Infosys, the giant Indian outsourcing firm that's the target of an ongoing federal investigation into visa fraud, has been hit with a suit claiming it discriminates against U.S.-born job applicants -- a contention that's long plagued it and other Indian outsourcing firms doing business in the United States.
Lawsuits by disgruntled former employees and unhappy job applicants are easy to file, but there's a lot of smoke around Infosys at a time when Silicon Valley is exerting serious muscle to double the cap on H-1B visas, which allow employers to temporarily hire workers holding at least an undergraduate degree for jobs that domestic workers can't fill. In the most recent case, an IT worker with 17 years of experience claims that she was not hired because Infosys discriminates against U.S. citizens. Infosys, she says, ignored her considerable experience and instead hired a less-experienced worker from Bangladesh who is here on an H-1B visa.
[ InfoWorld's Caroline Craig explains why Silicon Valley's push for H-1B visas will hurt American tech workers. | Silicon Valley is lying about the state of U.S. tech education. | Stay ahead of the key tech business news with InfoWorld's Today's Headlines: First Look newsletter. ]
"Infosys has engaged in a systemic pattern and practice of discriminating against individuals who are not of South Asian descent in hiring," the lawyer representing Brenda Koehler's lawyers wrote in court documents earlier this week. Koehler is asking the U.S. District Court for the Eastern District of Wisconsin to allow a class-action lawsuit against Infosys, with "thousands" of potential plaintiffs in the case. Infosys strongly disputes her claim and says it is "an equal opportunity employer." This is an issue that won't go away, despite notable gains in employment in the IT industry.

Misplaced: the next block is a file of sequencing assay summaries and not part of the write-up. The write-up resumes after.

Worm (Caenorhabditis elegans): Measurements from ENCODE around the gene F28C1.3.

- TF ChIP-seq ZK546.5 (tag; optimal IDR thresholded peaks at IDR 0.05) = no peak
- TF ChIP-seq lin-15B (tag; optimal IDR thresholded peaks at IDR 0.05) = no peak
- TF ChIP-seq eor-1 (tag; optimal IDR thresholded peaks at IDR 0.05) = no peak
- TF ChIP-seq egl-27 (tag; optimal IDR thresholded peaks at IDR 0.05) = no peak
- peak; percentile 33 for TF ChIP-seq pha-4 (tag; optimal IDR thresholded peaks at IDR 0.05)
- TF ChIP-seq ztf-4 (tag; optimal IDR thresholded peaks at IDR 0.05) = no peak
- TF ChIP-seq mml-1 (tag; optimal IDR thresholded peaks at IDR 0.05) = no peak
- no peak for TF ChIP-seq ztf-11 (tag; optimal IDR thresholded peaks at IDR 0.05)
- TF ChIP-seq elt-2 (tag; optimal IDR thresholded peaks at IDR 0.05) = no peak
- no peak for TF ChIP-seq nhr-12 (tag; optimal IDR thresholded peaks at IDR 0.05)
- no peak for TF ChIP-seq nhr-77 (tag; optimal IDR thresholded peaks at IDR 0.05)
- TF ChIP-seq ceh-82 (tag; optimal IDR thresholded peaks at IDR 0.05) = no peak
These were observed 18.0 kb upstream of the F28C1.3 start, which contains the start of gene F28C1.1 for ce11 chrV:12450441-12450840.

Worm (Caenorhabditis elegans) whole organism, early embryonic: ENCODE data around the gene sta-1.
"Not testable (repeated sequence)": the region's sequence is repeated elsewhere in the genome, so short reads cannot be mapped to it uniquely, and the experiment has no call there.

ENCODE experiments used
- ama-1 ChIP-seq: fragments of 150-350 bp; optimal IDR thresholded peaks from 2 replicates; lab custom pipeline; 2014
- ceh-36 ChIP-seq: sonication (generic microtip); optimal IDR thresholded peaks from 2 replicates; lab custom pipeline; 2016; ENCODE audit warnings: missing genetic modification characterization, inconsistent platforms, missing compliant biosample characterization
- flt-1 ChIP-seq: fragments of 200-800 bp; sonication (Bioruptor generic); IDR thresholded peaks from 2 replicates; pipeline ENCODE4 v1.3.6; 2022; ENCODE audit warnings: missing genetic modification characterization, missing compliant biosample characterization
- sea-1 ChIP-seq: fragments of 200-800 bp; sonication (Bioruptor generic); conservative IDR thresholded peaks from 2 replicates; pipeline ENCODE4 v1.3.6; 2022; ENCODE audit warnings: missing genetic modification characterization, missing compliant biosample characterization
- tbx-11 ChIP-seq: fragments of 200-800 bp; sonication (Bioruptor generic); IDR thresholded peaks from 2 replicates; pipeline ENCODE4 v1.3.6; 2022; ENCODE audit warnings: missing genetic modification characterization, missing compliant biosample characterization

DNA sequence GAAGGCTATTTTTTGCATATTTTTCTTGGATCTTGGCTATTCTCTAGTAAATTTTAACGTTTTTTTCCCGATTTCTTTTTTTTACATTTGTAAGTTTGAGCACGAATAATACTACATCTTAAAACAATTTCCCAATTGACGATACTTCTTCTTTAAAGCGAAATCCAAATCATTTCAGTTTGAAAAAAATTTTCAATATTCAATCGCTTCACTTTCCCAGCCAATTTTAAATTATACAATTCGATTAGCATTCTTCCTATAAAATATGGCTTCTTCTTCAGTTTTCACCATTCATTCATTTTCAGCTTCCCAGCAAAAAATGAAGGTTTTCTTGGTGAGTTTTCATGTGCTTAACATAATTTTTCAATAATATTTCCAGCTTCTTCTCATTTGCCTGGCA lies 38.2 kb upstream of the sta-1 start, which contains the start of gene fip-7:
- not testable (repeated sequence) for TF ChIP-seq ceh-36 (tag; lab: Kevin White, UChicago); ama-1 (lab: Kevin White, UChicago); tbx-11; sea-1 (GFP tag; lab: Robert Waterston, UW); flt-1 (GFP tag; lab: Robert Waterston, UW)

Silicon Valley has attached itself to the crucial issue of immigration reform, making spurious claims about shortages of trained IT workers and graduates of science, technology, engineering, and math (STEM) programs. On Monday, Facebook CEO and billionaire Mark Zuckerberg spoke at in San Francisco before a screening of "Documented," a new documentary that highlights the plight of young immigrants who were brought to the United States illegally as children, an obvious attempt to build his cred as a humanitarian. I wasn't at the screening, but I doubt that Zuckerberg mentioned that he and other billionaires are spending millions to lobby Congress on the H-1B issue.
Immigration is a nuanced issue. Real reform is needed, and opposition to it can be a cover for racism. I have no beef -- and neither should you -- with workers who want to come to the United States to improve their lives and the lives of their families. But the Silicon Valley billionaires pushing to open the gates aren't interested in that goal; they're motivated by a desire to hold down wages and working conditions by flooding the labor market with cheaper hires.